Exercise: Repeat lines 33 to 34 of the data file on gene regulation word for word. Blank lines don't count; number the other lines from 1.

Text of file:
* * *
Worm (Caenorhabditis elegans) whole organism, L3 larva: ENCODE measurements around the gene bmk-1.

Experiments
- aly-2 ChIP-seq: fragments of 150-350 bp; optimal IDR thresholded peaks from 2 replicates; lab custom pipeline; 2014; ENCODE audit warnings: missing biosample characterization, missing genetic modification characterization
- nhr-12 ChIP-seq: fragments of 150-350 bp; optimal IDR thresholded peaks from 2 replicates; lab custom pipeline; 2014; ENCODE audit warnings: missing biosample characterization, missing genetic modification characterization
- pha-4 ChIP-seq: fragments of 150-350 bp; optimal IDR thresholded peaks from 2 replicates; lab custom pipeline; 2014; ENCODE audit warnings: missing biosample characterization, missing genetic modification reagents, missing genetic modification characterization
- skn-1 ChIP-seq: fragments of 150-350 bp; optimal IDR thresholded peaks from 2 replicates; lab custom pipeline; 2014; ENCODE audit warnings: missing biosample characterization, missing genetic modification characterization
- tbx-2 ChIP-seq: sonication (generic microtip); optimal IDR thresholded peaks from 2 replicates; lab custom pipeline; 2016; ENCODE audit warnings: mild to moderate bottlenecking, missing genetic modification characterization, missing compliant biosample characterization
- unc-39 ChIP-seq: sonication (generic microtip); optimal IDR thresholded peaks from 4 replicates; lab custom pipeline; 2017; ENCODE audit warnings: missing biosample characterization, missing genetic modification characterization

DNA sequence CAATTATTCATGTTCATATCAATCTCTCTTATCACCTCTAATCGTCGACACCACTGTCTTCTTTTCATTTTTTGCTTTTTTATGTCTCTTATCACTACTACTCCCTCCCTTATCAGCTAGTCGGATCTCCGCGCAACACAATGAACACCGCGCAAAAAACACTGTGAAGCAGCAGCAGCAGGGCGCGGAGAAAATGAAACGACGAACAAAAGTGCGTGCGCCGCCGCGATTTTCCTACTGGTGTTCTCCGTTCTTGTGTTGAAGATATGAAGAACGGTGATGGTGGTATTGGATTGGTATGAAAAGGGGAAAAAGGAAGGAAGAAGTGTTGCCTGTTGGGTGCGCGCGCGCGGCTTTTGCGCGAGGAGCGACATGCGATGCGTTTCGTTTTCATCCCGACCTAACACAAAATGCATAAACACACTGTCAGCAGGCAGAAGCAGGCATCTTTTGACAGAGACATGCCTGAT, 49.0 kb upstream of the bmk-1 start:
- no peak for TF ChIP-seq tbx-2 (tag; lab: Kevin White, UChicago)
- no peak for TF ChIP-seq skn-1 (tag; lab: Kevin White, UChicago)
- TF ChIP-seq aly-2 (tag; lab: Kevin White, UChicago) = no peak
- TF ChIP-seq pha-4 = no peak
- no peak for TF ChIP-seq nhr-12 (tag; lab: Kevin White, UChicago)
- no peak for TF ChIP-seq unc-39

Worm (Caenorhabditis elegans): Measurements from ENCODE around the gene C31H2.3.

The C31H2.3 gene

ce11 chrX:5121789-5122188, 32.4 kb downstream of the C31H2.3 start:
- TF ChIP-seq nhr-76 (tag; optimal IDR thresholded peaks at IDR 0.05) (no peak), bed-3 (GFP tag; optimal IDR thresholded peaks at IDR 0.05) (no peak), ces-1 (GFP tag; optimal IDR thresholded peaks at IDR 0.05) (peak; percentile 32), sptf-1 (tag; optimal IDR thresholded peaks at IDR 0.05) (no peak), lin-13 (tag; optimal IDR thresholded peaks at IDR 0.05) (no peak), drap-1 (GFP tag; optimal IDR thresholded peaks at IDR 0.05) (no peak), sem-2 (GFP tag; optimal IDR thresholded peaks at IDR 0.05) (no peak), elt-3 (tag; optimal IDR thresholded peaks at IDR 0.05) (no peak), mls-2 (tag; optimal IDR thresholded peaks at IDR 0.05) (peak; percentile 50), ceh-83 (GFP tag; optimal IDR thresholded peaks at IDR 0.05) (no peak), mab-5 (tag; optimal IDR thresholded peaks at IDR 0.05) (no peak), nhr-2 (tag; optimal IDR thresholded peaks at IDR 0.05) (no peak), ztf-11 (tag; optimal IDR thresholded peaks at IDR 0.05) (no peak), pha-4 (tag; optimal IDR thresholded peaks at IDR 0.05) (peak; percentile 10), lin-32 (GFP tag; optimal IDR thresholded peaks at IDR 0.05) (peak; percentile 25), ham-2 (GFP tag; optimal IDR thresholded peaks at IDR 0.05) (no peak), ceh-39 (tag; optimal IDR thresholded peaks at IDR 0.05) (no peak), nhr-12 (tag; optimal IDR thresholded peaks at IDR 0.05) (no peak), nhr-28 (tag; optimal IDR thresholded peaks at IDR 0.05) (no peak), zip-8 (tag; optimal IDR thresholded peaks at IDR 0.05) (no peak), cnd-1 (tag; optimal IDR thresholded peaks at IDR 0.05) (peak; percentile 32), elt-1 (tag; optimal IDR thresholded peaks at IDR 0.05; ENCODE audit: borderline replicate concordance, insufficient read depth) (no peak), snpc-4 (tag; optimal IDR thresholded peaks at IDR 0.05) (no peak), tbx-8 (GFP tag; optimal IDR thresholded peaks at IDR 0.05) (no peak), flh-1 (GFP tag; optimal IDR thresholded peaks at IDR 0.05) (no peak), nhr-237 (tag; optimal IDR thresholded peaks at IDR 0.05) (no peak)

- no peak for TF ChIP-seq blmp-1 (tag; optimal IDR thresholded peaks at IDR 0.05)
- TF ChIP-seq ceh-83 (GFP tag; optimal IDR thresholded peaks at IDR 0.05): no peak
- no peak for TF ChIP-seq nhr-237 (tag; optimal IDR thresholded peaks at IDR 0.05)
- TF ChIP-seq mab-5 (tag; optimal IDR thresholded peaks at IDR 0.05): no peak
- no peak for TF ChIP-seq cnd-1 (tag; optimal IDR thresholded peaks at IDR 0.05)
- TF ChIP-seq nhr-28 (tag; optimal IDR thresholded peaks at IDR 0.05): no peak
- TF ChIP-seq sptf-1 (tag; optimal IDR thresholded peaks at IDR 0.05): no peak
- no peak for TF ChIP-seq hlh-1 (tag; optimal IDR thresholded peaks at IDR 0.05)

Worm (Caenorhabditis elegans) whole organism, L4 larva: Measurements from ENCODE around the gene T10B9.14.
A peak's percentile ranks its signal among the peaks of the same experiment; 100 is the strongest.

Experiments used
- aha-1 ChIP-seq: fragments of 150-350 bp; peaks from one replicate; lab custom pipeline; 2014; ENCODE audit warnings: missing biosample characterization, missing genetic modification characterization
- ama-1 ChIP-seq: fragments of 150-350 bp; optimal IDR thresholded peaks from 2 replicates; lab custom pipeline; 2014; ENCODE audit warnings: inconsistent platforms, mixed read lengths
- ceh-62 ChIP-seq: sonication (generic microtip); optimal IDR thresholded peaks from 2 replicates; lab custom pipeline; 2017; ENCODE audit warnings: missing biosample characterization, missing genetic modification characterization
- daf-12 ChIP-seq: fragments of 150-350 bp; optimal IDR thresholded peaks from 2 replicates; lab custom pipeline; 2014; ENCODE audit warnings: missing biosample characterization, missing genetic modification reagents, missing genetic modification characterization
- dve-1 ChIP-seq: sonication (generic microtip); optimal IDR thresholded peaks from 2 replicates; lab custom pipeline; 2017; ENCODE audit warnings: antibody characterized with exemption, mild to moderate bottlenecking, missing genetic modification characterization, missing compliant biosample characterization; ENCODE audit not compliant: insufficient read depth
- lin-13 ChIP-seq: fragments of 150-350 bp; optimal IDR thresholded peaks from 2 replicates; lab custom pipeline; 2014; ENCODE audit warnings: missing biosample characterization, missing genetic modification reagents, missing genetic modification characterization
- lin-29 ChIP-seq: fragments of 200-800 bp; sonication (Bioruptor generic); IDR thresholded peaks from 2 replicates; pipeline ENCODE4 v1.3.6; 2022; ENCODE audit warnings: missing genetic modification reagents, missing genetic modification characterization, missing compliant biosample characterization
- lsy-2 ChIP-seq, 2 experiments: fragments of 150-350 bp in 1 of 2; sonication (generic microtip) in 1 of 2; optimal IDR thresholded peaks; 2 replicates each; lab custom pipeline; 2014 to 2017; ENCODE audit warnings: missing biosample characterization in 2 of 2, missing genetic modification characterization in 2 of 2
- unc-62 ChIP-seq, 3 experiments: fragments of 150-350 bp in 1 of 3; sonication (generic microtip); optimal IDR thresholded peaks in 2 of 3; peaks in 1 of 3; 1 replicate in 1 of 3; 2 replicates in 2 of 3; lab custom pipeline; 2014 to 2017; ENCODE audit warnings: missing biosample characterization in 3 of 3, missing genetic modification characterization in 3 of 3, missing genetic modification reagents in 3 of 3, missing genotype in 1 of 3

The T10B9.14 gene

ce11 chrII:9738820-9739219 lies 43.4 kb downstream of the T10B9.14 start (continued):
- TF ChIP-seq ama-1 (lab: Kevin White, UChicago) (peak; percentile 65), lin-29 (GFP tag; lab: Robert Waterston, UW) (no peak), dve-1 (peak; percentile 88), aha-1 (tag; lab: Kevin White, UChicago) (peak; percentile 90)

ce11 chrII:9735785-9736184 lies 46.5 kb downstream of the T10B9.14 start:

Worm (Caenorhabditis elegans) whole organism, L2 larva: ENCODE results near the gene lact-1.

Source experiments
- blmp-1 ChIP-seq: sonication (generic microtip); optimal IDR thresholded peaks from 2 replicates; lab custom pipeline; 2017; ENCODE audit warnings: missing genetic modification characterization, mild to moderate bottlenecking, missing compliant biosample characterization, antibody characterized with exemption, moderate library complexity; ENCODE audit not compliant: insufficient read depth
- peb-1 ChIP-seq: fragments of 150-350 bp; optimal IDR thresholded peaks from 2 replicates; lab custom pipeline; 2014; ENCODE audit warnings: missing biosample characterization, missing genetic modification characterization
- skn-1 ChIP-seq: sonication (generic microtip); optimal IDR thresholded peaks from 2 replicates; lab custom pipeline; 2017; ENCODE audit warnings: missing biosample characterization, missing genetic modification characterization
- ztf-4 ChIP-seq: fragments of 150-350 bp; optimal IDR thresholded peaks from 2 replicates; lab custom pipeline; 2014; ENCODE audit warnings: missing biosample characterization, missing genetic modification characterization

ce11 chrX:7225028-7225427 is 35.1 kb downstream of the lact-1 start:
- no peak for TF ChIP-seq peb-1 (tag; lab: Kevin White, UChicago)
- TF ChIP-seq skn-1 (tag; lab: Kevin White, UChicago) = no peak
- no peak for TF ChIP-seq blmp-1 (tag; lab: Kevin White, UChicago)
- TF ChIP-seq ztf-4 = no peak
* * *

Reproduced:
- ceh-62 ChIP-seq: sonication (generic microtip); optimal IDR thresholded peaks from 2 replicates; lab custom pipeline; 2017; ENCODE audit warnings: missing biosample characterization, missing genetic modification characterization
- daf-12 ChIP-seq: fragments of 150-350 bp; optimal IDR thresholded peaks from 2 replicates; lab custom pipeline; 2014; ENCODE audit warnings: missing biosample characterization, missing genetic modification reagents, missing genetic modification characterization